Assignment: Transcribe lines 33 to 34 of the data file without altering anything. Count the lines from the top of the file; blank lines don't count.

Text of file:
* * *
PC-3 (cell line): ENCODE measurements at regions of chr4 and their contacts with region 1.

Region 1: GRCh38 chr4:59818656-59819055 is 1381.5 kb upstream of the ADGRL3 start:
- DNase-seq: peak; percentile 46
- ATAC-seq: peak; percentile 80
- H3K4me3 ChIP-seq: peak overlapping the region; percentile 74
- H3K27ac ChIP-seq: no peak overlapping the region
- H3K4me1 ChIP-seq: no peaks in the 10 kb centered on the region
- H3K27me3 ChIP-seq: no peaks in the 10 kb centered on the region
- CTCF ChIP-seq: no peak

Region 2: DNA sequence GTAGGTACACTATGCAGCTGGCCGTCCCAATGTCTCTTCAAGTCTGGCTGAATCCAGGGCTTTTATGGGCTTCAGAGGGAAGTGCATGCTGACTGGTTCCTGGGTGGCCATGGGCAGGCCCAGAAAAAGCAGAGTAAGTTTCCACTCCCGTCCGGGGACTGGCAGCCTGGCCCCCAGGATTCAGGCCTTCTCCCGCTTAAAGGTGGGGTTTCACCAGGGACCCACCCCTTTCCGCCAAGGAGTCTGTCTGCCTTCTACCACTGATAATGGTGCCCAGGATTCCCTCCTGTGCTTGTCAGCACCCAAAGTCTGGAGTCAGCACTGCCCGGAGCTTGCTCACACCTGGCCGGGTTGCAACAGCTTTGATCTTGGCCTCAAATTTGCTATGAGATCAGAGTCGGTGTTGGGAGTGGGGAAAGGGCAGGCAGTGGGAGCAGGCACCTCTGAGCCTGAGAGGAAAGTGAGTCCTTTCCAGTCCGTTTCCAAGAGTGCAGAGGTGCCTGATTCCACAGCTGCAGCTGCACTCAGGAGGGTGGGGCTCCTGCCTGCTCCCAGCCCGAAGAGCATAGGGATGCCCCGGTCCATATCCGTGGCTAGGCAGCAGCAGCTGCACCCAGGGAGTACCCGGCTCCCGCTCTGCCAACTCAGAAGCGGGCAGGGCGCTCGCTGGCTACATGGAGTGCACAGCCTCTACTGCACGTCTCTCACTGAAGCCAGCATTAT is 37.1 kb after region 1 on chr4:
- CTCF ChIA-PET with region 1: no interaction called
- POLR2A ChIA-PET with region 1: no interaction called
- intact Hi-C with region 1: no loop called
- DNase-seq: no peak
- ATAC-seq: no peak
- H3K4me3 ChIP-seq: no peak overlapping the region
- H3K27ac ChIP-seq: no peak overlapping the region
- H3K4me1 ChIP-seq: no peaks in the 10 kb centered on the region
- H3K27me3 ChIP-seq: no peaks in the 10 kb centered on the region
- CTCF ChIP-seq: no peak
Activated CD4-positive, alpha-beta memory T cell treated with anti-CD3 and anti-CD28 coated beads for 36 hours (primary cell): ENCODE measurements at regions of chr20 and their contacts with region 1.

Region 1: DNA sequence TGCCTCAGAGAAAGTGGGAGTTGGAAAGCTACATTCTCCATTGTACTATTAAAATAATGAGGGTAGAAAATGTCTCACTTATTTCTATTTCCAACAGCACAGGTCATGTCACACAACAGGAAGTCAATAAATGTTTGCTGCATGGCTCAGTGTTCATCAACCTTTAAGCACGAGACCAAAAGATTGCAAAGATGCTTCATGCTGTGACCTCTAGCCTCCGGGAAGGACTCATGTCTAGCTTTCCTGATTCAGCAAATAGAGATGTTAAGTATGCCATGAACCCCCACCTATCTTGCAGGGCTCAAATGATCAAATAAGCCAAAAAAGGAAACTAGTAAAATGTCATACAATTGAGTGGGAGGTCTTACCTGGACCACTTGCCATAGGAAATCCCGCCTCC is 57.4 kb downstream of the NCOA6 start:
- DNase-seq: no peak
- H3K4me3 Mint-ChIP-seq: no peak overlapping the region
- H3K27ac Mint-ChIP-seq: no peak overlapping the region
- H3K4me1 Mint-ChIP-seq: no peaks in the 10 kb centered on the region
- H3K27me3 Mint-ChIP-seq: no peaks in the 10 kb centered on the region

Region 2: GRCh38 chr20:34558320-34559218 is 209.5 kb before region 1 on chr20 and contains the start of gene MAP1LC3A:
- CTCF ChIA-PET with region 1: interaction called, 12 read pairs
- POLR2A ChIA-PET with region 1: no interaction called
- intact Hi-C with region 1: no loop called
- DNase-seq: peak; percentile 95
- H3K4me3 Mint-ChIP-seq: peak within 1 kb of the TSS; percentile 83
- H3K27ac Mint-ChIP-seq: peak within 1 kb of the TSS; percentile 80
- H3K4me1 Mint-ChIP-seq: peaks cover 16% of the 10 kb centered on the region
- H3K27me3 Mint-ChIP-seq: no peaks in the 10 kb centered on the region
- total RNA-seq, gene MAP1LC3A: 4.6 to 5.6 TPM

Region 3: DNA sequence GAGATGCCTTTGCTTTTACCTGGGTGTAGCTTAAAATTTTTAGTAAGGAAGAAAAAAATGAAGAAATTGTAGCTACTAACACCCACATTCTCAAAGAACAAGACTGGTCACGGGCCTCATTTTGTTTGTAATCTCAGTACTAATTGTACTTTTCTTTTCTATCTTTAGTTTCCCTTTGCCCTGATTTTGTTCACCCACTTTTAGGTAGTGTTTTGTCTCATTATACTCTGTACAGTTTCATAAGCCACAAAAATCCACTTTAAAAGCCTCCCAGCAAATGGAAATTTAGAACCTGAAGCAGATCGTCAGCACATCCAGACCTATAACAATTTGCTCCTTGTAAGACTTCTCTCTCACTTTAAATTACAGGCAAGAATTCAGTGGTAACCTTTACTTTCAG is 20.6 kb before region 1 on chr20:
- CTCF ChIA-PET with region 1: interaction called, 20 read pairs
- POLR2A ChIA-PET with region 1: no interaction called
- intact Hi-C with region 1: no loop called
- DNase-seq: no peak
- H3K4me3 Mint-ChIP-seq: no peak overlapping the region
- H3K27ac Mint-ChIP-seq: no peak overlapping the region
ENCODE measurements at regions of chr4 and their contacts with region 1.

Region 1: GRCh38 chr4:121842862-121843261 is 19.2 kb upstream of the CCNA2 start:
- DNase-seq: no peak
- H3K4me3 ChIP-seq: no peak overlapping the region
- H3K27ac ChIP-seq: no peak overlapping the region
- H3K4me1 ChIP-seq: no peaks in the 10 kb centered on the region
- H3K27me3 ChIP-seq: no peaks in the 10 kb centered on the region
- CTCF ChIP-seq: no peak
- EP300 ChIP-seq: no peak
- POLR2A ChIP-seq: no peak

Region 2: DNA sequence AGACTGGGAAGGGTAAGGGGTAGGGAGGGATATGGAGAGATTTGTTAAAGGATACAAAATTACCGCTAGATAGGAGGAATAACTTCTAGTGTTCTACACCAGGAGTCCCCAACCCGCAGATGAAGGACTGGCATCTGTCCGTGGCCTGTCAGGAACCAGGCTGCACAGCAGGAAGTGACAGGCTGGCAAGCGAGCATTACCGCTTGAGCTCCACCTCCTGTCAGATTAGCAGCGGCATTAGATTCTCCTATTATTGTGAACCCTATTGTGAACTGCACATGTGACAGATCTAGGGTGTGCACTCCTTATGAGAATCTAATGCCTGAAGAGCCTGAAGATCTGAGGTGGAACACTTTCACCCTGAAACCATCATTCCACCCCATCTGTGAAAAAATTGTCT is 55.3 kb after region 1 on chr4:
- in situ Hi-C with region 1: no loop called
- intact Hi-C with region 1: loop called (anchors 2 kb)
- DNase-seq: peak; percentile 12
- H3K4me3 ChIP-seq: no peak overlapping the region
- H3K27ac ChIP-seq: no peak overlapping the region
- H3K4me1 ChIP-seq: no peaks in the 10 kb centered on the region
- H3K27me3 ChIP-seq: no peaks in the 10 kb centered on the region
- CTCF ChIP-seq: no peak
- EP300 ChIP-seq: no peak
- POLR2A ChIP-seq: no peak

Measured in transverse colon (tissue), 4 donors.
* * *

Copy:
- H3K4me3 Mint-ChIP-seq: peak within 1 kb of the TSS; percentile 83
- H3K27ac Mint-ChIP-seq: peak within 1 kb of the TSS; percentile 80